2004 Denver Annual Meeting (November 7–10, 2004)

Paper No. 4
Presentation Time: 9:20 AM


SENSKE, David Senske, Jet Propulsion Lab, MS 301-335A, 4800 Oak Grove Dr, Pasadena, CO 91109, PLAUT, J.J. and CHRISTENSEN, P.R., dsenske@jpl.nasa.gov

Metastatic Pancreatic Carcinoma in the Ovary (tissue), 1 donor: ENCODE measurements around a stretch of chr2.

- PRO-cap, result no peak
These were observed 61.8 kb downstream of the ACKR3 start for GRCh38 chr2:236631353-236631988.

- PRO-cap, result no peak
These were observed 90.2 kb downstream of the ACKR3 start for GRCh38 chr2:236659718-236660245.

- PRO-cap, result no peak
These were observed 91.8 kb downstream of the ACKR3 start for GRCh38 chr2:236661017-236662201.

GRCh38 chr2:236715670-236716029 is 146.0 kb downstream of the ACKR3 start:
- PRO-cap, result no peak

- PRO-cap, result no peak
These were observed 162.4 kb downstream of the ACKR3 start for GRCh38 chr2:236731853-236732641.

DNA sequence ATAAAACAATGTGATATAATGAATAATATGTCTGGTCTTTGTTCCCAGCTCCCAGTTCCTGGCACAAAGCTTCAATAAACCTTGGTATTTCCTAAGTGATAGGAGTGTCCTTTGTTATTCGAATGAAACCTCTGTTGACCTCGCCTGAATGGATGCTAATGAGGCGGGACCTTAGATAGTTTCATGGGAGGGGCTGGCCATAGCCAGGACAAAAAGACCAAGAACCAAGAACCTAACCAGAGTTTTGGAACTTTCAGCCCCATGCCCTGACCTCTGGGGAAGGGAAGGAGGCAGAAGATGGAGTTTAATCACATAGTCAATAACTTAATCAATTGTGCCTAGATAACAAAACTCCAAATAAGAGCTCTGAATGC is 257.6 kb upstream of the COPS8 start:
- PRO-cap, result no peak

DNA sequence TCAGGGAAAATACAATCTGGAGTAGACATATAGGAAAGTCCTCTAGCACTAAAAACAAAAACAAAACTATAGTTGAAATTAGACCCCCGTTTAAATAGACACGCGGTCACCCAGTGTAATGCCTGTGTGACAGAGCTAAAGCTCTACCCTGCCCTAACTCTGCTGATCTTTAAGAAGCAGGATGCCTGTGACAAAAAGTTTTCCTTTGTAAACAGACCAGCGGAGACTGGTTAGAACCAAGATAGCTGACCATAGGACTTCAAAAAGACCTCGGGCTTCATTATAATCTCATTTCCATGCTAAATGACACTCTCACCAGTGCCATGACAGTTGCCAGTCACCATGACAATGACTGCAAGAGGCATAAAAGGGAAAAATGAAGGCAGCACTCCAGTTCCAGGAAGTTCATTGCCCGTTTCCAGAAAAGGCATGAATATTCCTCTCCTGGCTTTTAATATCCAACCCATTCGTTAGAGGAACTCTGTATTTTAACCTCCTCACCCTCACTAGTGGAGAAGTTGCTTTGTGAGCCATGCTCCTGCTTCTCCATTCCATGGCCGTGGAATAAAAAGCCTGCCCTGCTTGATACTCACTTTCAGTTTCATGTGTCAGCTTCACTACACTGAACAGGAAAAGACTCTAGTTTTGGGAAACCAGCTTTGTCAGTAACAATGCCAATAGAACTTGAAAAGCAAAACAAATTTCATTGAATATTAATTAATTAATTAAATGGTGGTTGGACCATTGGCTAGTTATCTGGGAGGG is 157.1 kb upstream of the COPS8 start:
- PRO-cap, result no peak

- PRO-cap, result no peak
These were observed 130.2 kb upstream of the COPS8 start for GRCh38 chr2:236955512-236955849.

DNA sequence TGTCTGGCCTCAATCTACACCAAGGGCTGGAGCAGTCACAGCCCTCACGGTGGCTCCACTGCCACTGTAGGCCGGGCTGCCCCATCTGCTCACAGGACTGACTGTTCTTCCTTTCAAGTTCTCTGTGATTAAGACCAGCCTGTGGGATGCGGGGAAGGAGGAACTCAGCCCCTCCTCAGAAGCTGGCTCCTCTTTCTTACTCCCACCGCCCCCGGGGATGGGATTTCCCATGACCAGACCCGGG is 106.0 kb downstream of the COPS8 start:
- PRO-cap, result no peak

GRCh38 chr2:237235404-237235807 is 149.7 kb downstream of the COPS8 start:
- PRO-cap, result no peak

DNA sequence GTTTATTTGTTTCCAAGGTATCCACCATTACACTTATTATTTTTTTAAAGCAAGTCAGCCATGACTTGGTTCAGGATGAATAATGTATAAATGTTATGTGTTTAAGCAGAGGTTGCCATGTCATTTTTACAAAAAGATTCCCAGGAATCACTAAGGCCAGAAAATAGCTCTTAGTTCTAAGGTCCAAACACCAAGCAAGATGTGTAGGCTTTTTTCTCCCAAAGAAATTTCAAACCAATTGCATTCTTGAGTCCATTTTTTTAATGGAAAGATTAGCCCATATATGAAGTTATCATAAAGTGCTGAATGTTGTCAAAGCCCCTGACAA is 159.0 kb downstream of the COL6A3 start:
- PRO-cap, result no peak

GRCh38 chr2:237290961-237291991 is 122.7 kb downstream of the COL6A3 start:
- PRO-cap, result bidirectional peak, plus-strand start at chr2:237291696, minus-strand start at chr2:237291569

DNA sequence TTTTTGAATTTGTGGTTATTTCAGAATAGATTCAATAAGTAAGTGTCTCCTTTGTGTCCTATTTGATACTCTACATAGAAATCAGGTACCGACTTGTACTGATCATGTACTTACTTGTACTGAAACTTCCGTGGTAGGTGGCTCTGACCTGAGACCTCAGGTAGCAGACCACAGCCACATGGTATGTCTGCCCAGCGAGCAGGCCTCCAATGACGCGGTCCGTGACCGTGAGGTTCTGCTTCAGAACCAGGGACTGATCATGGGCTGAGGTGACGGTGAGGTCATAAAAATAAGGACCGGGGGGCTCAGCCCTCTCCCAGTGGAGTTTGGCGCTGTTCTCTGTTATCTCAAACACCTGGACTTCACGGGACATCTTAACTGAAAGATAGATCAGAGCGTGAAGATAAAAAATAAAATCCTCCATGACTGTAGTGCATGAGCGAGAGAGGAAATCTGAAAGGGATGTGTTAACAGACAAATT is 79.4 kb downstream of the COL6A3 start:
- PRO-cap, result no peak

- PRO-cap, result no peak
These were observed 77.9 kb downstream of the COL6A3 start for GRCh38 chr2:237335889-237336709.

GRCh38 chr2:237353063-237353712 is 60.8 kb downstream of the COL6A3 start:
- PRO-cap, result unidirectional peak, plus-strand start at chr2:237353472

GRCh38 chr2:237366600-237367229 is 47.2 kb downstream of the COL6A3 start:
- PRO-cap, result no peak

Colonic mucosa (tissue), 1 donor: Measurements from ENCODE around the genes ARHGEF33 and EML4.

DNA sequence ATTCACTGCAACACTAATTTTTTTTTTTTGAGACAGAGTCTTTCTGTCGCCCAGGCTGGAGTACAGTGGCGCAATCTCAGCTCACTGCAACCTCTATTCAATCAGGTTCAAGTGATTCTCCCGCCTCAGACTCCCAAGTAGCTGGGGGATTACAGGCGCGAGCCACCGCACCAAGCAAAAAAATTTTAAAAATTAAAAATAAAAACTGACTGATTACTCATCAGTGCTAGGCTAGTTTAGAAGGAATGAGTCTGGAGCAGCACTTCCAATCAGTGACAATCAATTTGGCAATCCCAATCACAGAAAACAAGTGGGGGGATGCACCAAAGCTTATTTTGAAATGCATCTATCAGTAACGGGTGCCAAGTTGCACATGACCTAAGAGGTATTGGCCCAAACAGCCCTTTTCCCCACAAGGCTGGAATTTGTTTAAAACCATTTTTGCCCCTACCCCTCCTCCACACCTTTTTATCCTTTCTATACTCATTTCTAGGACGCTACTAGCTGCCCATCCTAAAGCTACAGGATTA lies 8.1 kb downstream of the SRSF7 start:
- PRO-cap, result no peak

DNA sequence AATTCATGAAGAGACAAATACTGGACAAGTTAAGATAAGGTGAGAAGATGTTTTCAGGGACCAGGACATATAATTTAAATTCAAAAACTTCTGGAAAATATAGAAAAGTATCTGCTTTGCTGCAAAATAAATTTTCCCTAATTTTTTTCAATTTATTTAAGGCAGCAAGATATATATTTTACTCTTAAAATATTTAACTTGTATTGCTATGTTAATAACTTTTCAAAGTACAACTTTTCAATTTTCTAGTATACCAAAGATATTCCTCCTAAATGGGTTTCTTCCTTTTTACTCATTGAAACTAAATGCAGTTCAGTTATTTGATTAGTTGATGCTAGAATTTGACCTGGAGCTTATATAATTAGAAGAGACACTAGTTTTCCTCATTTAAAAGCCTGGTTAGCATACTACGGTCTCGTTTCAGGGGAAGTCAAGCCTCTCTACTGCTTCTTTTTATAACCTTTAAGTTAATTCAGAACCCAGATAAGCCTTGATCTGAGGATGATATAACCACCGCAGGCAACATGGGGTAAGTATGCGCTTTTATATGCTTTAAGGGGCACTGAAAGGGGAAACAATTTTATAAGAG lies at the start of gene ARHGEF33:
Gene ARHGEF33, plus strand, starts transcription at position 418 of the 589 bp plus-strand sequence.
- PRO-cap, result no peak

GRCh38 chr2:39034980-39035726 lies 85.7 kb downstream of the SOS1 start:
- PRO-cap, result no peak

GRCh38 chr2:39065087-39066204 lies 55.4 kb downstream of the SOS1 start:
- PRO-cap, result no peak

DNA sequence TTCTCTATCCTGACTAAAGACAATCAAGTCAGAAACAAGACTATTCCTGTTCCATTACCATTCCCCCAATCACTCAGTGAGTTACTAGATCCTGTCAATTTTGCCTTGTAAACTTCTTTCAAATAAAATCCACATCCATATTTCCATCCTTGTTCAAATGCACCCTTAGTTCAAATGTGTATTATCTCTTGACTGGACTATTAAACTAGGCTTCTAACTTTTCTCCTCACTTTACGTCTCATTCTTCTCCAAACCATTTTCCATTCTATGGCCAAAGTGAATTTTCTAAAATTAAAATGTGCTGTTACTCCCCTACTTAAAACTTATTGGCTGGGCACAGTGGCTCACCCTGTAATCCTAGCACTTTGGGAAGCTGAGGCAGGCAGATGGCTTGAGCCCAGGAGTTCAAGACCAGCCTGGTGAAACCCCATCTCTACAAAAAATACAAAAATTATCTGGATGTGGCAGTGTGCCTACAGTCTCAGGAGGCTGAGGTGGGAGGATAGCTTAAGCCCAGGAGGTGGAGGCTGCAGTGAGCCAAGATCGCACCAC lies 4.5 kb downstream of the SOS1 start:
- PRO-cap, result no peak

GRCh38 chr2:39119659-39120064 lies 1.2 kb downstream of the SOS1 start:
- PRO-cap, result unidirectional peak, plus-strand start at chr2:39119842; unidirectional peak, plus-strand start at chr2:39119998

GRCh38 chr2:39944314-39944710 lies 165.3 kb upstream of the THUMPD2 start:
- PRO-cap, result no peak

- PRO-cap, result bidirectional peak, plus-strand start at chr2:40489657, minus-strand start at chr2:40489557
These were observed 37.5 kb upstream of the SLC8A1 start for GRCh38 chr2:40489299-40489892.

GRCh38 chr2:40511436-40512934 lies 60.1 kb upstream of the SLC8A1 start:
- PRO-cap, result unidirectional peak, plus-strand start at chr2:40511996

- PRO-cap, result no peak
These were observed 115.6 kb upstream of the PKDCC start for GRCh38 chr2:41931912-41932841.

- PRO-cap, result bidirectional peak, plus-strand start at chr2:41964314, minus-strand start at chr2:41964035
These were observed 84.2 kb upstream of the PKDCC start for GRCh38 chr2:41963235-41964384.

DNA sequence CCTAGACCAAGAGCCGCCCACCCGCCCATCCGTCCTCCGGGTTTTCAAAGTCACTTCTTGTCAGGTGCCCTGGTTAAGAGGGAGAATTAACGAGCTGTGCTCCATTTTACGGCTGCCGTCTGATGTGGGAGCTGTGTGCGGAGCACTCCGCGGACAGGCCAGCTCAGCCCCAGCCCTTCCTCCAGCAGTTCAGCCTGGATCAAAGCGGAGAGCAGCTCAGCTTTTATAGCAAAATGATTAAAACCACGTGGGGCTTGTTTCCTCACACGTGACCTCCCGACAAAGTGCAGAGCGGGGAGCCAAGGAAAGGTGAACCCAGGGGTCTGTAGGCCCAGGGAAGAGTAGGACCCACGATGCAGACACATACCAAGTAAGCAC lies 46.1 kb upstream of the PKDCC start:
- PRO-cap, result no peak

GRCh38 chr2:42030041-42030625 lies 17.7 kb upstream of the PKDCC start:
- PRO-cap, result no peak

The Mars Odyssey mission has collected science data for over one Mars year. Observations are obtained by three science instrument packages: (1) the Gamma Ray Spectrometer suite (GRS), which is composed of the Gamma Sensor Subsystem (GSS), the Neutron Spectrometer (NS) and the High Energy Neutron Detector (HEND), (2) the Thermal Emission Imaging System (THEMIS), and (3) the Martian Radiation Environment Experiment (MARIE). Currently, two of the three science investigations are returning data. The MARIE instrument was disabled during intense solar activity in October of 2003 and is in a powered off state. The Odyssey mission has added significantly to our understanding of Mars. Gamma and neutron observations of the high latitudes have been used to identify water-ice-rich soil to 1-m depth at latitudes poleward of 60° north and south along with identifying enigmatic deposits of hydrogen in mid-latitudes. The THEMIS instrument has provided daytime and nighttime infrared imaging over 87% and 99% of the planet respectively. These data show diverse temperature signatures, implying surface properties ranging from bedrock outcrops to areas with extensive dust coverage. Visible imaging campaigns have provided comprehensive views of the Polar Regions, allowing assessment of surface variations as a function of season. The MARIE instrument has detected radiation signatures from solar activity during its 18 months of operation, including events with significantly different signatures at Mars and Earth. The orbiter has played a key role as a data relay platform for the Mars Exploration Rovers. Coordinated observations between the rovers and Odyssey provide ground truthing of the orbital data. The Odyssey prime mission will be completed in August 2004. In an extended mission, activity will focus on inter-annual comparative observations, global high-resolution mapping by the THEMIS visible camera and synergistic science and operations support for other Mars missions.